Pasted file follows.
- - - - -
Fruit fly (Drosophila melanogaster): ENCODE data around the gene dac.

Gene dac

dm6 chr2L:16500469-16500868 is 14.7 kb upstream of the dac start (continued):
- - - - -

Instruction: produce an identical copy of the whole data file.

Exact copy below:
Fruit fly (Drosophila melanogaster): ENCODE data around the gene dac.

Gene dac

dm6 chr2L:16500469-16500868 is 14.7 kb upstream of the dac start (continued):